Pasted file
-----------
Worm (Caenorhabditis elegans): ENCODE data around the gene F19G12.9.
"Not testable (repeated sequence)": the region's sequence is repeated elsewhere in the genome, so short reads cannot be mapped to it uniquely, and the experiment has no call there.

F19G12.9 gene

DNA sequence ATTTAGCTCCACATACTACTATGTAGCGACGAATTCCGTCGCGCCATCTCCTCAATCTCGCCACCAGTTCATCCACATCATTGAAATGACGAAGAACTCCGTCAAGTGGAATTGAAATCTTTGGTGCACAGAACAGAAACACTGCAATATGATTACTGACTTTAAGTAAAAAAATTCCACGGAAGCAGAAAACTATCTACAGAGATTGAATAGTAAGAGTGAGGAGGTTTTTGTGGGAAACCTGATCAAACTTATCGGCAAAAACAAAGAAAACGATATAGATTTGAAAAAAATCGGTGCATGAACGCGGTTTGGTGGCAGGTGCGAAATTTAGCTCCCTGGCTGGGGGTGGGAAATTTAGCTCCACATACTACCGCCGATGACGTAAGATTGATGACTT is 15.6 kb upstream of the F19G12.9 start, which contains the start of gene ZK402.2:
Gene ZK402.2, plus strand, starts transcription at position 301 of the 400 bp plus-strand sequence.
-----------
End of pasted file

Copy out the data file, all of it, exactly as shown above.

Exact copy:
Worm (Caenorhabditis elegans): ENCODE data around the gene F19G12.9.
"Not testable (repeated sequence)": the region's sequence is repeated elsewhere in the genome, so short reads cannot be mapped to it uniquely, and the experiment has no call there.

F19G12.9 gene

DNA sequence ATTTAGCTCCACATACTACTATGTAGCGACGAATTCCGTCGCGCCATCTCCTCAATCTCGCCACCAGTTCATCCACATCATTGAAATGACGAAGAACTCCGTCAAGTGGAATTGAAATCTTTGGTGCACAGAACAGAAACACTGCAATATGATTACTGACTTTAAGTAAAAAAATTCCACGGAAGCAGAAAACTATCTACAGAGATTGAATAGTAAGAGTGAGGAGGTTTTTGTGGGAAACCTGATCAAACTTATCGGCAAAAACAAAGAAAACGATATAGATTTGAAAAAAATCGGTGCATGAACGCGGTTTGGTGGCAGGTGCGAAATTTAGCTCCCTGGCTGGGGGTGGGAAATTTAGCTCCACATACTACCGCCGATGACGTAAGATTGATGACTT is 15.6 kb upstream of the F19G12.9 start, which contains the start of gene ZK402.2:
Gene ZK402.2, plus strand, starts transcription at position 301 of the 400 bp plus-strand sequence.